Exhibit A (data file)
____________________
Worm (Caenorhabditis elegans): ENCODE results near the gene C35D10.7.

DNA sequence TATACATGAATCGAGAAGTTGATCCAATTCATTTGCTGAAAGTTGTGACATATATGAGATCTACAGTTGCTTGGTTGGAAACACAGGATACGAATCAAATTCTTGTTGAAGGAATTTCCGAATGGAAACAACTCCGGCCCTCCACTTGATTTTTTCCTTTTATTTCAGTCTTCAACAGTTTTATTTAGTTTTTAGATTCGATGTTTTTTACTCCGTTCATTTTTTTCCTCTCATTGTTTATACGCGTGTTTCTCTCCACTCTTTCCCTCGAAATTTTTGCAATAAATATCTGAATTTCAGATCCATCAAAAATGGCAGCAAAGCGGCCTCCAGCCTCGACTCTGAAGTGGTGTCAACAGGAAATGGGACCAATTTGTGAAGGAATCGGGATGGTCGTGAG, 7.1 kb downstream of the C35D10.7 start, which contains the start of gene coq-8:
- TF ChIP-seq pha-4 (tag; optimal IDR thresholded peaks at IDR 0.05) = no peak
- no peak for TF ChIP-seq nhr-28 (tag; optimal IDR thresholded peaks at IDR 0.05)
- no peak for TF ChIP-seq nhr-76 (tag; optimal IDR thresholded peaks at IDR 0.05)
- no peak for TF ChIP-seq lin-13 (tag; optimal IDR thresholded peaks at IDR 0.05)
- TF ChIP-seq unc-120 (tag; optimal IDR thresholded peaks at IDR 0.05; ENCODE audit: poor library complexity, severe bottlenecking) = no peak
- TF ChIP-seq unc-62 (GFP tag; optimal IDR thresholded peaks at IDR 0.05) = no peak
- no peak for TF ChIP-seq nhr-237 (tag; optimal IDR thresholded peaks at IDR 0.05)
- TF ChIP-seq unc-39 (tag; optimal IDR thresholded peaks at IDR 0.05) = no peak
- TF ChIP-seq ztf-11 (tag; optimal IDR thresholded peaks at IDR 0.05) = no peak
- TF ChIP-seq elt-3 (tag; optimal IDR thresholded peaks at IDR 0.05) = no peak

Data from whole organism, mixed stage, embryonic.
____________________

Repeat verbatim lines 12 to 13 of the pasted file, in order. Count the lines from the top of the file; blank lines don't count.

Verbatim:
- TF ChIP-seq elt-3 (tag; optimal IDR thresholded peaks at IDR 0.05) = no peak

Data from whole organism, mixed stage, embryonic.